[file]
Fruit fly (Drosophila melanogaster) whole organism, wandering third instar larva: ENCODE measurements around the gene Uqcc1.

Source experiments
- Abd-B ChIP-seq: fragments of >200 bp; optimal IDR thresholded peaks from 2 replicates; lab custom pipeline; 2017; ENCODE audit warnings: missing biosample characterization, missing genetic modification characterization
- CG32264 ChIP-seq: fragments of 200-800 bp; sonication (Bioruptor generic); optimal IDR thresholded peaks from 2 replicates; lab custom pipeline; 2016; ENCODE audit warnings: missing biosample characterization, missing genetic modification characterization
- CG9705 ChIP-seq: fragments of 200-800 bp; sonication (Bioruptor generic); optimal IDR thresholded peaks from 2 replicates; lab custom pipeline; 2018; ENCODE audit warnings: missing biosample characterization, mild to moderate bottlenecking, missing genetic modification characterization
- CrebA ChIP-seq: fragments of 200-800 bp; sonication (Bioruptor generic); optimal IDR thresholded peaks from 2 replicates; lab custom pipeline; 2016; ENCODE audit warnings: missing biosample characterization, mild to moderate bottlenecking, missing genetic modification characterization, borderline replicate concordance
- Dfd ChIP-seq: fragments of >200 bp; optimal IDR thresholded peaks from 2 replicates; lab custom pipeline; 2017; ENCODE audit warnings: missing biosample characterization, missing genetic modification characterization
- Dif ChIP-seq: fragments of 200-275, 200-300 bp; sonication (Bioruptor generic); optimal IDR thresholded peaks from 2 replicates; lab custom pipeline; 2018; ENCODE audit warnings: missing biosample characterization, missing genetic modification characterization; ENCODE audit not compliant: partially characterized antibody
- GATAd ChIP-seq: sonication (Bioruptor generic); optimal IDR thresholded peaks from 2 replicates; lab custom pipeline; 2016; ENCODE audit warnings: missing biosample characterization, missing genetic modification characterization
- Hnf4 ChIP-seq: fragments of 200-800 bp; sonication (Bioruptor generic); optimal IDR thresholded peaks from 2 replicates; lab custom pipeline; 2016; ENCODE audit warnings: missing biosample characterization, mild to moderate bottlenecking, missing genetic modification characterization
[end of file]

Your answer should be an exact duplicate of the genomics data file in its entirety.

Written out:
Fruit fly (Drosophila melanogaster) whole organism, wandering third instar larva: ENCODE measurements around the gene Uqcc1.

Source experiments
- Abd-B ChIP-seq: fragments of >200 bp; optimal IDR thresholded peaks from 2 replicates; lab custom pipeline; 2017; ENCODE audit warnings: missing biosample characterization, missing genetic modification characterization
- CG32264 ChIP-seq: fragments of 200-800 bp; sonication (Bioruptor generic); optimal IDR thresholded peaks from 2 replicates; lab custom pipeline; 2016; ENCODE audit warnings: missing biosample characterization, missing genetic modification characterization
- CG9705 ChIP-seq: fragments of 200-800 bp; sonication (Bioruptor generic); optimal IDR thresholded peaks from 2 replicates; lab custom pipeline; 2018; ENCODE audit warnings: missing biosample characterization, mild to moderate bottlenecking, missing genetic modification characterization
- CrebA ChIP-seq: fragments of 200-800 bp; sonication (Bioruptor generic); optimal IDR thresholded peaks from 2 replicates; lab custom pipeline; 2016; ENCODE audit warnings: missing biosample characterization, mild to moderate bottlenecking, missing genetic modification characterization, borderline replicate concordance
- Dfd ChIP-seq: fragments of >200 bp; optimal IDR thresholded peaks from 2 replicates; lab custom pipeline; 2017; ENCODE audit warnings: missing biosample characterization, missing genetic modification characterization
- Dif ChIP-seq: fragments of 200-275, 200-300 bp; sonication (Bioruptor generic); optimal IDR thresholded peaks from 2 replicates; lab custom pipeline; 2018; ENCODE audit warnings: missing biosample characterization, missing genetic modification characterization; ENCODE audit not compliant: partially characterized antibody
- GATAd ChIP-seq: sonication (Bioruptor generic); optimal IDR thresholded peaks from 2 replicates; lab custom pipeline; 2016; ENCODE audit warnings: missing biosample characterization, missing genetic modification characterization
- Hnf4 ChIP-seq: fragments of 200-800 bp; sonication (Bioruptor generic); optimal IDR thresholded peaks from 2 replicates; lab custom pipeline; 2016; ENCODE audit warnings: missing biosample characterization, mild to moderate bottlenecking, missing genetic modification characterization